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JavaScript Global : Object

The following are properties of the global object. They can be accessed from anywhere without additional qualifiers.

Global Properties

Infinity : Number

Positive infinity.

Example:

Run

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NaN : Number

Floating point Not a Number. Signifies an error in a calculation. NaN is never equal to another Number, even if it is NaN. To check if something is NaN, use isNaN().

Example:

Run

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undefined : undefined

Returns the undefined type. This value signifies no value has been set on a property or that a method returned no value.

Example:

Run

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Global Methods

decodeURI(encodedURI : String) : String

Returns a string that is the decoded version of encodeURI.

Example:

Run

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decodeURIComponent(encodedURIComponent : String) : String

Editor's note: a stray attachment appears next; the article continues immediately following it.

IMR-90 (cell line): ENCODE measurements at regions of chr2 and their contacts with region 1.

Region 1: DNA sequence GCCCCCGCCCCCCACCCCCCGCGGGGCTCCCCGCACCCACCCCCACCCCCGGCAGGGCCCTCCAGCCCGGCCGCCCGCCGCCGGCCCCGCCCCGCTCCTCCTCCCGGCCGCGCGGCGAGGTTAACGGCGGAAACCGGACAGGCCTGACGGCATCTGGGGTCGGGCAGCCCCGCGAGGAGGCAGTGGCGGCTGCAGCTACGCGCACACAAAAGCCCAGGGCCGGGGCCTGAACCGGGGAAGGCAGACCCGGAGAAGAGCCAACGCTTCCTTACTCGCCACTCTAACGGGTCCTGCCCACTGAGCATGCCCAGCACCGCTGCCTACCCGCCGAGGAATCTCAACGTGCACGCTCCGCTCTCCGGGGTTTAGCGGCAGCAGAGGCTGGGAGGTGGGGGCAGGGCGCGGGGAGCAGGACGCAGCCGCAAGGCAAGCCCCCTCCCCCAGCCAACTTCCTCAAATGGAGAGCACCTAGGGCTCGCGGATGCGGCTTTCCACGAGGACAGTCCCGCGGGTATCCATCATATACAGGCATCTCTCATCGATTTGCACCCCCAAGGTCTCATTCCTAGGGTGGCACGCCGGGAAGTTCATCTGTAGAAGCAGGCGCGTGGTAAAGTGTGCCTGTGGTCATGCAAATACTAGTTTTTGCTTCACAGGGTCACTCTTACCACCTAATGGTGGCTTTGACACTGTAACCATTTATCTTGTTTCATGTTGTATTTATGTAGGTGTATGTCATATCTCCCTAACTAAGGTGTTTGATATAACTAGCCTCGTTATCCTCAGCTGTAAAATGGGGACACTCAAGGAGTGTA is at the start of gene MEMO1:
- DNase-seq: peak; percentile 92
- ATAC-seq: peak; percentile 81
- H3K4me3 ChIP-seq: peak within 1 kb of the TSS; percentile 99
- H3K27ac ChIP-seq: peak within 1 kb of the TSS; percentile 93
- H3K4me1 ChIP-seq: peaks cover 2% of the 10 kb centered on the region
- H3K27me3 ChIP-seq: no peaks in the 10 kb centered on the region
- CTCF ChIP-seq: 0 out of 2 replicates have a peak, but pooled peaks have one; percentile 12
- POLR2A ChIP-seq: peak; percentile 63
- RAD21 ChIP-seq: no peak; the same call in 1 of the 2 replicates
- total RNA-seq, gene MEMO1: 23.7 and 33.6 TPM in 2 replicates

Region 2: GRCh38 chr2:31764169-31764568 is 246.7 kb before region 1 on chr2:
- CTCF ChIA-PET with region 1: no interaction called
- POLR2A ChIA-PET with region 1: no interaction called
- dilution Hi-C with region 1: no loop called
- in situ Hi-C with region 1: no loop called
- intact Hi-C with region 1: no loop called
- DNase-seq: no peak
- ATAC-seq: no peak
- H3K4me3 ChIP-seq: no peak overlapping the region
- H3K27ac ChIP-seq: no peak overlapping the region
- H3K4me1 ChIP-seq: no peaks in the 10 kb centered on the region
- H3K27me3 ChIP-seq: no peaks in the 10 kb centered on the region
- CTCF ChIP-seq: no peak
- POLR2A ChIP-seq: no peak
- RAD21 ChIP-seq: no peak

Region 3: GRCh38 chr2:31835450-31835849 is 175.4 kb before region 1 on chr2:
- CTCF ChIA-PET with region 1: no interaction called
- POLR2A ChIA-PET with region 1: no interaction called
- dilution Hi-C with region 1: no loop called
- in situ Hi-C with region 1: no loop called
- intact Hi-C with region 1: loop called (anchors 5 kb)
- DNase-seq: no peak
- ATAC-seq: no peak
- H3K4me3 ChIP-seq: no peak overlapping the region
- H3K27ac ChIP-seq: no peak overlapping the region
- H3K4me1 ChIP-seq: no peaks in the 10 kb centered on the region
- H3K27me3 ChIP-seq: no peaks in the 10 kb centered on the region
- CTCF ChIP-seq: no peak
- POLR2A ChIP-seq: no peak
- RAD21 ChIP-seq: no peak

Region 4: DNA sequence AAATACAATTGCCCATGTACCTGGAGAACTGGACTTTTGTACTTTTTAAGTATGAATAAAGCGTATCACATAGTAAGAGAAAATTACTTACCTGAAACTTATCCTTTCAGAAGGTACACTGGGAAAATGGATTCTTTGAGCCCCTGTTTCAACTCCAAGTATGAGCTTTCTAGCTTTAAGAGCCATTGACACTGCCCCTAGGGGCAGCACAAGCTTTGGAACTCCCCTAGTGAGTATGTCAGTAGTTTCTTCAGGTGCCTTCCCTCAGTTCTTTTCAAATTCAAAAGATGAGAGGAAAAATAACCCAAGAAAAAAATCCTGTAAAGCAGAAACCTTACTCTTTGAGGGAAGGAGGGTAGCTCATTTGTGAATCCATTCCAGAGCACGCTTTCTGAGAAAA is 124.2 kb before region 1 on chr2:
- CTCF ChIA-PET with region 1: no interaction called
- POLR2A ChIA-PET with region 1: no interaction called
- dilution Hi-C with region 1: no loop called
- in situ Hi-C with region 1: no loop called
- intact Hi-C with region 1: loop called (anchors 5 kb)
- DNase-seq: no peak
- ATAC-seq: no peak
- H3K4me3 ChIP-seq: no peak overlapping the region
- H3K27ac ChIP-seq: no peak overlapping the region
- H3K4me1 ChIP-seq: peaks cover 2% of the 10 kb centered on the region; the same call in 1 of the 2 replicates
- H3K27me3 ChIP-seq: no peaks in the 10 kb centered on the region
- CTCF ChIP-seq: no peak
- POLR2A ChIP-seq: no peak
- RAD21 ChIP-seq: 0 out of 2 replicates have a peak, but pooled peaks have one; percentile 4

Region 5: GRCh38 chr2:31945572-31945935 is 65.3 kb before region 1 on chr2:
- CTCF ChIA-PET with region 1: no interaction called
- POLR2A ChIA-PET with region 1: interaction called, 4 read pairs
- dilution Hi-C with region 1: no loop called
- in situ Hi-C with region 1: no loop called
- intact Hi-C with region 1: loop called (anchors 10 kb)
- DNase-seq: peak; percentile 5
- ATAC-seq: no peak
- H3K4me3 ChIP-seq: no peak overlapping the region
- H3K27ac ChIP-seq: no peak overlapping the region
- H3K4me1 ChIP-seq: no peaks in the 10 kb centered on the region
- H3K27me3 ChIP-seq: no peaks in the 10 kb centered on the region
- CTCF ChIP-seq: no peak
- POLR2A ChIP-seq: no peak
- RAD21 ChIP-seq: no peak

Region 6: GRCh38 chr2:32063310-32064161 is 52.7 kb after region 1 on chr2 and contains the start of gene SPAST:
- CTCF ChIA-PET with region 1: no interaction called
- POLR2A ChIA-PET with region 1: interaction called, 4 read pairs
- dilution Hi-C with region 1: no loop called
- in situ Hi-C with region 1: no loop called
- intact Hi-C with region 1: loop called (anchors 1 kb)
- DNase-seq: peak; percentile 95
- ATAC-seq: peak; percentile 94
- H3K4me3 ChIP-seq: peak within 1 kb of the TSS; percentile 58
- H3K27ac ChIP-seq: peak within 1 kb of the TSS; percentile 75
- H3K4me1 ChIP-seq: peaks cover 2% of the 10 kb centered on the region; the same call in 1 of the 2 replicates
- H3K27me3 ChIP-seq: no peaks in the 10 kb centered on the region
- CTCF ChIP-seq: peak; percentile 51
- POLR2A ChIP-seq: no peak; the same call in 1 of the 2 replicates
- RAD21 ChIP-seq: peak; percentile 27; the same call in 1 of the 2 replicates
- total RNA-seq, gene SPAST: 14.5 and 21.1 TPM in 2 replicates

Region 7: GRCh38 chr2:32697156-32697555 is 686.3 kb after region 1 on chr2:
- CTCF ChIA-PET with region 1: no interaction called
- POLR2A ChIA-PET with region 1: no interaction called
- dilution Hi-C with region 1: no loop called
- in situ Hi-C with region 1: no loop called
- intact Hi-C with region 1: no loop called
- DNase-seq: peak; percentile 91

Returns a string that is the decoded version of encodeURIComponent.

Example:

Run

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encodeURI(uri : String) : String

Returns a string that is the encoded version of uri.

Example:

Run

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encodeURIComponent(component : String) : String

Returns an encoded version of component that is suitable as a uri parameter.

Example:

Run

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eval(code : String) : Object

Treats code as JavaScript and executes it, returning the result.

Example:

Run

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isFinite(x : Number) : Boolean

Returns true if x is not NaN, +Infinity, or -Infinity.

Example:

Run

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isNaN(x : Number) : Boolean

Returns true if x is NaN. NaN is never equal to another Number, even if it is NaN, so you must use isNaN to check for NaN.

Example:

Run

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parseFloat(str : String) : Number

Converts str into a floating point number.

Example:

Run

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parseInt(str : String, [base : Number]) : Number

Converts str into an integral number. If base is not specified, parseInt will attempt to determine the base to use depending on the input. parseInt is more forgiving than Number(str) (or equivalently +str) in that it will ignore extra characters after the numeric portion of the string. If the first character is not a valid number in the specified base, parseInt will return NaN.

Example:

Run

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